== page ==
Or at least a column in the Washington Post!
He answered questions about the trade deficit yesterday at the Washington Post's webpage. The questions were good, the answers were even better.
But I may be somewhat biased. I liked (for obvious reasons) the way he answered a question about the strategic implications of relying on China, Russia and Saudi Arabia to finance US deficits.
The key quotes:
Why is China willing to hold a large part of US debt? Can they use the debt aggressively against us?
Paul Blustein: Excellent question--as were the previous ones!
The Chinese are "willing" to hold our Treasury securities for one important reason--for the past decade or so, they have rigidly linked their currency, the yuan, to the U.S. dollar, at a rate of about 8.27 per dollar. Since Chinese companies are obviously very competitive, and are earning lots of dollars, that means the Chinese central bank has to "soak up" those dollars by trading yuan for them--otherwise, the yuan would surge in value. And once the Chinese central bank has dollars, pretty much the only thing it can do with them is invest them in U.S. securities.
Sorry if that seems complicated, and it obviously raises the related question of China's currency policy, which is a whole 'nother controversy!
As for the second part of your question, if you read Saturday's story, you may have noticed the sidebar where I quoted from a Foreign Affairs article by Nouriel Roubini and Brad Setser. They pointed out that the Chinese COULD use their vast holdings of Treasury securities against us, by threatening to dump them, in some sort of foreign policy confrontation. Of course, that would hurt the Chinese a lot--perhaps more than it would hurt us; it's hard to say. But one way of thinking about this is that it's a sort of "balance of mutual terror"--a term used by former Treasury Secretary Larry Summers. It's not a very healthy situation, in other words.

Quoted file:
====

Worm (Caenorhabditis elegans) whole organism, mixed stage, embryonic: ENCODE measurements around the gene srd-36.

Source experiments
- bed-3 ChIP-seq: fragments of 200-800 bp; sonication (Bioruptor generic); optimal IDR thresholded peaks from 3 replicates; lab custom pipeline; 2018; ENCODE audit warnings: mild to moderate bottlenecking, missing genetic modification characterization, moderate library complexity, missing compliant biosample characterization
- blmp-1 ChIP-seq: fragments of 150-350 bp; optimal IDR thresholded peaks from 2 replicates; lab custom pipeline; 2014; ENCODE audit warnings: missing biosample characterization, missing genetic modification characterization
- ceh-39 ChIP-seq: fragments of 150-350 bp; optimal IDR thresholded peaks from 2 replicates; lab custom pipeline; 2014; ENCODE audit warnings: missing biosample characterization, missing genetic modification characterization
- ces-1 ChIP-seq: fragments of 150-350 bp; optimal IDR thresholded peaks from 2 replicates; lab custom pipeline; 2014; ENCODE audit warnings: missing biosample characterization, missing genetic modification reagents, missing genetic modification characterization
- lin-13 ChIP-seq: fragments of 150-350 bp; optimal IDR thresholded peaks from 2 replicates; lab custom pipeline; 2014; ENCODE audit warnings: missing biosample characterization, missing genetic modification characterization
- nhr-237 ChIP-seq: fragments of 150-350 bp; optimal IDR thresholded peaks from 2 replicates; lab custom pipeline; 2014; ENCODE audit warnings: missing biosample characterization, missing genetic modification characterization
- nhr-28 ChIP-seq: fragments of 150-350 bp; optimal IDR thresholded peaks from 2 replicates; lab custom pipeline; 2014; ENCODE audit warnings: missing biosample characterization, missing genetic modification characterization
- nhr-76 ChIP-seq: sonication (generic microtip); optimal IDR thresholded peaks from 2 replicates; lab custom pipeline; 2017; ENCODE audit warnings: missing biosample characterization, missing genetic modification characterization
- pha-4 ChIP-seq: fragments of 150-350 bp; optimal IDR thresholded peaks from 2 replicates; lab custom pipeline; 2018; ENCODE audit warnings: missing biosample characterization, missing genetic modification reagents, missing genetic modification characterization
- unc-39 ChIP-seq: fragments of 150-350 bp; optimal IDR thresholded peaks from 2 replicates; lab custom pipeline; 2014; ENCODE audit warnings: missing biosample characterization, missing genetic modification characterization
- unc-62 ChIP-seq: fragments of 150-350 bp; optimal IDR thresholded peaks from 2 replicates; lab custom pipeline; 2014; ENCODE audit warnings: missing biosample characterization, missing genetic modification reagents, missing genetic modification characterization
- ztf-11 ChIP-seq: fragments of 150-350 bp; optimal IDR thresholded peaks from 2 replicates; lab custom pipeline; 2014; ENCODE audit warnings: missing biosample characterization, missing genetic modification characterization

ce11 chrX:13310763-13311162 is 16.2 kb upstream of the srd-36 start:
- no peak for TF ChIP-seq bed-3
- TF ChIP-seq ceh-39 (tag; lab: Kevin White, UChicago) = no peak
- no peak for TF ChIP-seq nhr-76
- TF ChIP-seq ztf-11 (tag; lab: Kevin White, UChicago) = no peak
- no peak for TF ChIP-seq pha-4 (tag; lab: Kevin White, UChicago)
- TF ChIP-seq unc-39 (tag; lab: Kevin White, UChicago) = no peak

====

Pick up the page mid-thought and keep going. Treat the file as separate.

You wrote that it is "not a very healthy situation" that the potential for confrontation exists over China's lending to the United States. Why do you say that? It seems to me that an interlocking economic relationship that provides both parties with incentives to avoid serious conflict is a very good thing.
Paul Blustein: Fair point. The "mutually assured destruction" of the Cold War was, in a sense, highly desirable, because it gave both sides a disincentive to start a nuclear conflict.
Still, it isn't that hard to conjure up very nasty scenarios that would arise because of the large dollar holdings by central banks in countries such as China, Russia, Saudi Arabia etc. Here's just one: If foreign policy tensions with those countries really started to spiral out of control, the markets would start to worry that the central bank in question would start to dump dollars, and that alone could cause a panic to ensue. I'm not suggesting that this is a highly probable scenario, but I suspect it COULD be a constraint on U.S. policymakers.
Do read the exchange.